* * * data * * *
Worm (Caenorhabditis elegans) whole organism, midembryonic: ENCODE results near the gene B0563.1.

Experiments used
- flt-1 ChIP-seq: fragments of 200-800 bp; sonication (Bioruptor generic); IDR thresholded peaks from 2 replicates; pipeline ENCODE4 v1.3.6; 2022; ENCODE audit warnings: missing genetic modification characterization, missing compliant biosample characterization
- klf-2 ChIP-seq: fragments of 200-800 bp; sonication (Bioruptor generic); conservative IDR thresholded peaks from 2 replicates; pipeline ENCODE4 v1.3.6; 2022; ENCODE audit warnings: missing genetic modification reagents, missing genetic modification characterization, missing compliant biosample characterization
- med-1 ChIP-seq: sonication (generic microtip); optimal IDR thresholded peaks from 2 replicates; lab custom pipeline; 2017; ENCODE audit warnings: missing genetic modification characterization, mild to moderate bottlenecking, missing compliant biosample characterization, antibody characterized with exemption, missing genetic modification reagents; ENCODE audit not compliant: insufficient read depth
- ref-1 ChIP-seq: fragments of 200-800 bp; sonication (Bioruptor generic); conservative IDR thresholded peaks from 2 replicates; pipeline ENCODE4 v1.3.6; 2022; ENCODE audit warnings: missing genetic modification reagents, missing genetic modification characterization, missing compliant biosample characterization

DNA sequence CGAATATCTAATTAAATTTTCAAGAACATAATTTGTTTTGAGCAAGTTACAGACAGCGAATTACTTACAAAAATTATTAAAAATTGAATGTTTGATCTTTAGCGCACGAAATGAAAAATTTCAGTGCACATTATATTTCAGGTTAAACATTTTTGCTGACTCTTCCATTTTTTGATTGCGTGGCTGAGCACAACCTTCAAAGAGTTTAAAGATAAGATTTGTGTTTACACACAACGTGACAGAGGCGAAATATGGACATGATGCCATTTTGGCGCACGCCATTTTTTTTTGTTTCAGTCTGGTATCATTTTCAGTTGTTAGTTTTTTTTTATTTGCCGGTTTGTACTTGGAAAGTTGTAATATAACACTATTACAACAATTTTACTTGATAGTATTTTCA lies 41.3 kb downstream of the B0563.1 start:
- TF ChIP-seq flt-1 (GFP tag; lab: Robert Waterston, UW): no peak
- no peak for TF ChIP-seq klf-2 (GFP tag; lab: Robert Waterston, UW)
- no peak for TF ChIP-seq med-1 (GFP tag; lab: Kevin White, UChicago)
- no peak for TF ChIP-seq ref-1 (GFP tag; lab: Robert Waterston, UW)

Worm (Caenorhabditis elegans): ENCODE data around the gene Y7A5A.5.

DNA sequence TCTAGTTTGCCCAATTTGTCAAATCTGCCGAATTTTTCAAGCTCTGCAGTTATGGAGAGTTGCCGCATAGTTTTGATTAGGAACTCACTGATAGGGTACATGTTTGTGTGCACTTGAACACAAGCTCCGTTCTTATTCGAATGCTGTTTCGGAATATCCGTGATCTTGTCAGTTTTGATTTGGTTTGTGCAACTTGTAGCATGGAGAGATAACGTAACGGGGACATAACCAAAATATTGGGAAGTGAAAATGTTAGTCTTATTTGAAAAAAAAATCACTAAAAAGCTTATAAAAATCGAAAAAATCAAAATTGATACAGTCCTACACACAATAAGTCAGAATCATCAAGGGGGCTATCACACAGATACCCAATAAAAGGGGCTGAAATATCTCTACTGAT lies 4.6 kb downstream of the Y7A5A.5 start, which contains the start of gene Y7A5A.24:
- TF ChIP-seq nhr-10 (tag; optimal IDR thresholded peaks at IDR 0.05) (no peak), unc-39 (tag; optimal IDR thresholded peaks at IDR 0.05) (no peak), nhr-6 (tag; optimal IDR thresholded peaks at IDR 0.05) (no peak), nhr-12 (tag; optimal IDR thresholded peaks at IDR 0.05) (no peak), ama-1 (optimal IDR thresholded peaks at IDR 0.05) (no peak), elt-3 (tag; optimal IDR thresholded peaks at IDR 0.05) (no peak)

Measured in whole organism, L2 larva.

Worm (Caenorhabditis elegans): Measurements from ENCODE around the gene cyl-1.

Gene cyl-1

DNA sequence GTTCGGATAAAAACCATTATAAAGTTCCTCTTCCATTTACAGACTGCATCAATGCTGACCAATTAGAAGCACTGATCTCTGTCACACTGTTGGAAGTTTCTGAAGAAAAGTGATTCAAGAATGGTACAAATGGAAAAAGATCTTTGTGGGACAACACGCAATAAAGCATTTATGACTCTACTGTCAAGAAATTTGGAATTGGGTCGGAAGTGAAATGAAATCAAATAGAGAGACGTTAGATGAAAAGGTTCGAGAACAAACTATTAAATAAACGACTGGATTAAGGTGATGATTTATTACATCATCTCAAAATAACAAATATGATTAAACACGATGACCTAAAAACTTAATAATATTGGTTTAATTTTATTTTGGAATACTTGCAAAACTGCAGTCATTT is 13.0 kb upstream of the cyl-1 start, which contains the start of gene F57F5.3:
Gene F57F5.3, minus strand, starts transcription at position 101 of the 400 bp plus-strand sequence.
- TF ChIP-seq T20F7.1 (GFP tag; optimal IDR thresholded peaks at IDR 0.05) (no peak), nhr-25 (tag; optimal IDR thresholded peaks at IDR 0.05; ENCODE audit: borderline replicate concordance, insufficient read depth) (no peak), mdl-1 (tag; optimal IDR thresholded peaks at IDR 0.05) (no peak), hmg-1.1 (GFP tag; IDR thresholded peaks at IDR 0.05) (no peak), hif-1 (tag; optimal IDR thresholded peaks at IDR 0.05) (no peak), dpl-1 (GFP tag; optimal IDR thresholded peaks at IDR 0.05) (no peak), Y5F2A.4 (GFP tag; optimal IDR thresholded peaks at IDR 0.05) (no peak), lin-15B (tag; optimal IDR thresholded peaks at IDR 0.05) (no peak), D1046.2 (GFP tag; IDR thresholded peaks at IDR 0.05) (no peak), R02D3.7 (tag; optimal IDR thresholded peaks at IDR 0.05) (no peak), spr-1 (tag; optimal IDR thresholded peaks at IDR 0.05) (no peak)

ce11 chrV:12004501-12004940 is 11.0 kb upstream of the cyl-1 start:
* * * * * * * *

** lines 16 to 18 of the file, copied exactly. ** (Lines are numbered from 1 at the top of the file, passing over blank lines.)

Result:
Worm (Caenorhabditis elegans): Measurements from ENCODE around the gene cyl-1.

Gene cyl-1

DNA sequence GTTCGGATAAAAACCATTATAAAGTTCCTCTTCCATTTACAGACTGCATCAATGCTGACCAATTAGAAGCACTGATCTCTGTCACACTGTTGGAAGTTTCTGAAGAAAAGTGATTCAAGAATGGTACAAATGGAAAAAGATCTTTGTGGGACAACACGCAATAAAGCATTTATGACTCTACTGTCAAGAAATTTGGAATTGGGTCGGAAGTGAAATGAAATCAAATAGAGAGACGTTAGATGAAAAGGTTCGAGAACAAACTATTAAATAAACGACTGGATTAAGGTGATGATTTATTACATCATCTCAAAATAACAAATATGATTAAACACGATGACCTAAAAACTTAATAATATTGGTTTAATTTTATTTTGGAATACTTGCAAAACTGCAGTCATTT is 13.0 kb upstream of the cyl-1 start, which contains the start of gene F57F5.3: